Friday, February 4, 2011

TLS on radio (Updated)

Frank Turek of CrossExamined.org interviewed me today about The Last Superstition for his radio show.  The show airs Saturday morning from 9 – 10am Central on the American Family Radio network and will be rebroadcast on Sunday morning.  You’ll also be able to hear the podcast at the show’s website.  (You can find links to some of my earlier radio interviews here.)

Update 2/8: The podcast is now up at the CrossExamined.org website.

17 comments:

Anonymous said...

What time zone are you referring to?

Edward Feser said...

Whoops, sorry. It's central time. I've added that to the post.

Anonymous said...

Thanks! I'm looking forward to it! :)

Brian said...

Is anyone else having trouble accessing the previous podcasts? Those sits are terrible.

machinephilosophy said...

Brian, if you're referring to:

http://podcasting.sacredheartradio.com/

I had the same problem. The server is down or something.

Jonathan said...

I see Colbert needs to read TLS rather than attacking the straw man ... http://www.partiallyexaminedlife.com/2011/02/04/colbert-vs-oreilly-on-the-argument-from-design-best-comic-use-of-st-thomas-aquinas-award/

Anonymous said...

re: Brian - Yeah, as far as I can tell none of the links work. Some of them go to the website of the radio-hosts. Others are just "page does not exist."

David Parker said...
This comment has been removed by the author.
David Parker said...

Dr. Feser,

Related to radio and the subject of your book:

Stephen Law and Alister McGrath recently discussed new atheism on the Unbelievable radio program. I think you would be astounded at some of the comments Stephen makes on this show; in particular, about how "there simply aren't any" new atheists who are saying religious viewpoints should be forced out of the public square.

Here is the link:
http://media.premier.org.uk/unbelievable/4df1c291-1e70-483d-9b65-8f6108e3ce50.mp3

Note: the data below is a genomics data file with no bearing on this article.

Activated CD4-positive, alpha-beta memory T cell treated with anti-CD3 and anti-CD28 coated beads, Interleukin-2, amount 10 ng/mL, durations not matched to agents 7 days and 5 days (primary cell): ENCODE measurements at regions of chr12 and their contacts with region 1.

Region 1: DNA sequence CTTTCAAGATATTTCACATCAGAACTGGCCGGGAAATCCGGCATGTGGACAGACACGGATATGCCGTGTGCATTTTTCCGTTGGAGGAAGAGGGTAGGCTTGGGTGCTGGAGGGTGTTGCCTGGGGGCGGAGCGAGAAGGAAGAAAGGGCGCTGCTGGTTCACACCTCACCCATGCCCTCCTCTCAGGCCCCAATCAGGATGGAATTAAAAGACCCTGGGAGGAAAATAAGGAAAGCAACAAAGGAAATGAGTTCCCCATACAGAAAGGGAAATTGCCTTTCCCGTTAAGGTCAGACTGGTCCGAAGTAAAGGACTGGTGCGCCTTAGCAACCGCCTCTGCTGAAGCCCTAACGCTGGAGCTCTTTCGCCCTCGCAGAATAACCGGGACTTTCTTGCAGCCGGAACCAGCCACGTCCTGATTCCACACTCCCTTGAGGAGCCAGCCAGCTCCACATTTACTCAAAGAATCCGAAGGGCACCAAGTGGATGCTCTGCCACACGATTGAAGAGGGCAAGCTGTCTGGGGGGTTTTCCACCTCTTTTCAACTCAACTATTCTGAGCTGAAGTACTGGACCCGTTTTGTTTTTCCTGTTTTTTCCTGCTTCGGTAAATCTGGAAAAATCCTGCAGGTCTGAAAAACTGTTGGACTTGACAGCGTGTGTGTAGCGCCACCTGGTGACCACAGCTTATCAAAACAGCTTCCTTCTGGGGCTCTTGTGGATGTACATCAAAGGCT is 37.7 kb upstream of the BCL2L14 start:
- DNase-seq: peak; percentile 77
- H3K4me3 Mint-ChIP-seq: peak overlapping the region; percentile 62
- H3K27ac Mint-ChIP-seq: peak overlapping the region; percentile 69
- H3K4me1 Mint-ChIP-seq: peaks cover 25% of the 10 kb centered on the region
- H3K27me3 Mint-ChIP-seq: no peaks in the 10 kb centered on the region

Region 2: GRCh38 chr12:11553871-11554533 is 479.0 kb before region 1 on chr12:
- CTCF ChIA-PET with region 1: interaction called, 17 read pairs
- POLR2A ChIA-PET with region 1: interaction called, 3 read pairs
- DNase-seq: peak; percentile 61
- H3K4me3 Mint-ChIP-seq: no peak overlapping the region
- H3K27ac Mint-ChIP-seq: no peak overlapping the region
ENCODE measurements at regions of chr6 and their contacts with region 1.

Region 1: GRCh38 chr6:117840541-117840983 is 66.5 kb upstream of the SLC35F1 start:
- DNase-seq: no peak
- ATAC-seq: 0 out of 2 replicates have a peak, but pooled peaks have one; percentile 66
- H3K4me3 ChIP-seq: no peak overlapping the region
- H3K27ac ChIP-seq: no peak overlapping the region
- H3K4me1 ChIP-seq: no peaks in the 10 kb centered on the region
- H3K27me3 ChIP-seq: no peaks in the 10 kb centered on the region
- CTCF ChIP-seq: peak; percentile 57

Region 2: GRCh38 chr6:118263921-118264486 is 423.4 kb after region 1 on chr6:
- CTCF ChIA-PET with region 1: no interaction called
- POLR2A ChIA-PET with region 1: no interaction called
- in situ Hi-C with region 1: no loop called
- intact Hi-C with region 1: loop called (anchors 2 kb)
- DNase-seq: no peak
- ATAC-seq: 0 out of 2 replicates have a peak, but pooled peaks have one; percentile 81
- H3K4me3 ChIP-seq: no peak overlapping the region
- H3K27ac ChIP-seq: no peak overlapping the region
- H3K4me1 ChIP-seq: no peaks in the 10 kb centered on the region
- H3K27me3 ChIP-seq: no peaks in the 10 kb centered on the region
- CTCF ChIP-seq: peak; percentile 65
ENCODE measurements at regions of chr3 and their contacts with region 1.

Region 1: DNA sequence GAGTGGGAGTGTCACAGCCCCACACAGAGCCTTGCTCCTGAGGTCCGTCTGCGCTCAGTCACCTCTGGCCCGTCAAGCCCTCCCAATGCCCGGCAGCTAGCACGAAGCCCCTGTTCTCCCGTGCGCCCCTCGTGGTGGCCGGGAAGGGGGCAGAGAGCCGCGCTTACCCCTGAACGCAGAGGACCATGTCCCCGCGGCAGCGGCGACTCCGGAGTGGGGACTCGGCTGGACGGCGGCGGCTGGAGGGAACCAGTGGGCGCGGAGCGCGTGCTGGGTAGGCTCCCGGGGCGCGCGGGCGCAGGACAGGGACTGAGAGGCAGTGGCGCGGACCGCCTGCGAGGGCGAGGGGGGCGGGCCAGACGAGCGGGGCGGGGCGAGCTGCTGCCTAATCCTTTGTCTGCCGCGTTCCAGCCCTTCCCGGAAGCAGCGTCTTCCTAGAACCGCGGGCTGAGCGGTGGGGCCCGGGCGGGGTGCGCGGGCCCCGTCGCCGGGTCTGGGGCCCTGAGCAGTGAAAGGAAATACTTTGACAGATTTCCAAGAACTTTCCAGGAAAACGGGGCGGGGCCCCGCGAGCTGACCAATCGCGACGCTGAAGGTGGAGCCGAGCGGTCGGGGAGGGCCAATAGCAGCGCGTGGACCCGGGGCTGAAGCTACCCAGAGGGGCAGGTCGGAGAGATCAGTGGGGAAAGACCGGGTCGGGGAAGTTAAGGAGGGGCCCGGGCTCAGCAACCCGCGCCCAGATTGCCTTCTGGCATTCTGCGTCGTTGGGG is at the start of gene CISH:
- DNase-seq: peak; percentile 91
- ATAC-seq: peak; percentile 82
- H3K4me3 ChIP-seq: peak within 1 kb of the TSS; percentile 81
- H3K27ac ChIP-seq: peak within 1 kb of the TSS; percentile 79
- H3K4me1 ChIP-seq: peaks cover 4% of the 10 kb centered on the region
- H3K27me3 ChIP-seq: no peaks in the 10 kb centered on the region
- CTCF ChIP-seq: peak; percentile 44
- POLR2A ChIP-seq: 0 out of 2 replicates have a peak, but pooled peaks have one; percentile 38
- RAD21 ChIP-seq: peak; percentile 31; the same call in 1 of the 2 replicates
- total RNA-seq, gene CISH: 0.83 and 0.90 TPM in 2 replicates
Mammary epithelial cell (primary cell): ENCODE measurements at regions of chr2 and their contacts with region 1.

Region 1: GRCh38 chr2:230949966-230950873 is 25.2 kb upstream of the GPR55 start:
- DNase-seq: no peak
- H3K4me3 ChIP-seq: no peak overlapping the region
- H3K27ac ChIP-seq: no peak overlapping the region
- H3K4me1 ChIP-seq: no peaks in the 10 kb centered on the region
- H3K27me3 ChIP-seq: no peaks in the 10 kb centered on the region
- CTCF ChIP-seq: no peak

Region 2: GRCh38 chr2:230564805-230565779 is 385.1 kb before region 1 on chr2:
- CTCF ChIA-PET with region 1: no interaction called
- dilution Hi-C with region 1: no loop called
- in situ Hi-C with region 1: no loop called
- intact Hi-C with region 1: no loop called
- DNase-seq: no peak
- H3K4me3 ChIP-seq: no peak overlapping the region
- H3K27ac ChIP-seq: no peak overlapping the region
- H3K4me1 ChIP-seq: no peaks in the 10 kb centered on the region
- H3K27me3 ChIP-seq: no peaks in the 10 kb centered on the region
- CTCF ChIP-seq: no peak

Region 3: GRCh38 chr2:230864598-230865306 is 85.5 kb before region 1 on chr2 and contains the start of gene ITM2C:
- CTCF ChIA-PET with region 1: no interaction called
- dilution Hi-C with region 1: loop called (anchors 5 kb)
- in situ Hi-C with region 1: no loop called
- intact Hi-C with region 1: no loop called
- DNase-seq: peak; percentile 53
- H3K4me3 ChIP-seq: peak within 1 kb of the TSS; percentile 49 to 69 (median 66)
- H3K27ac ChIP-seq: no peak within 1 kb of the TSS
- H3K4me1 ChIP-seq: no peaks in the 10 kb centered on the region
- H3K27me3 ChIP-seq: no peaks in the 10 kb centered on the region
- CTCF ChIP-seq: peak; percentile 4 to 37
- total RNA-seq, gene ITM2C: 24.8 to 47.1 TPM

awatkins69 said...

^Funny that Colbert, a "Catholic", makes fun of him. Physical constants and regularities are actually often invoked in serious design arguments. Whether those attempts succeed or not is another question.

Vincent Torley said...

Hi Dr. Feser,

I've just received a copy of TLS from Amazon. Your book, "Aquinas," reached me a few days ago. I'm looking forward to reading both of them at my leisure. Thanks.

awatkins69 said...

Hmm I'd like to listen but I cannot find it in the podcasts section. Maybe it will be uploaded after tomorrow.

Charles R. Cherry said...

I, too, am not able to find the older broadcasts. I was looking forward to listening to them, but apparently they are too old and have been removed.

Edward Feser said...

Hello all,

Sorry about that. I assumed at least some of those older shows might still be up.

Anyway, the podcast for Saturday's show has now been posted at the CrossExamined.org site.

Anonymous said...

Dr. Feser,

Great interview. You (and other classically theistic philosophers) should do this sort of thing more often.

Quick question though. In the interview, you compare God's relationship to all of the things in the world to a puppeteer's relationship to a puppet. The knee-jerk reaction here is: "How, then, do we have genuine freedom?"

Tony said...

Anon, I think because God's relationship is not exactly like that of a puppeteer.

Even humans have the capacity to be the cause of someone else's action without inhibiting their freedom: if I teach my child that poison hurts you, I cause him to avoid poison, even though he does it freely. A teacher who teaches how to fix an airplane engine is a cause of his students fixing engines, but he does not diminish their freedom - rather, he expands it.

God is like that, only more so: not only can he cause us to move by enlightening our intellects to see the good (i.e. as an extrinsic mover), he is the actual first cause of movement when our will moves toward the good apprehended. That is, without God's moving the will, there is no free action at all.

As an aside, nobody ever seems to be concerned with the fact that men are not free to wish to be unhappy is a form of defect in freedom. "That's just the way we are built" seems to be the underlying thought. But that's true of how the will moves anyway: God moves it, and that's just the way it is built. The free-ness of the free will consists in this, a sort of indeterminacy: the will is free to turn away from one good to another good, as long as the former good is not "that ultimate good which encompasses all possible desirability." Nobody is able to turn away from that kind of good. And yet that inability is not a lack of freedom.

Daniel Smith said...

you compare God's relationship to all of the things in the world to a puppeteer's relationship to a puppet. The knee-jerk reaction here is: "How, then, do we have genuine freedom?"

My take on it is that God is a necessary cause of our ability to choose. It's not that God makes decisions for us, but he is, at this very moment, sustaining everything - including our ability to choose what we're going to do next. (I hope that makes sense.)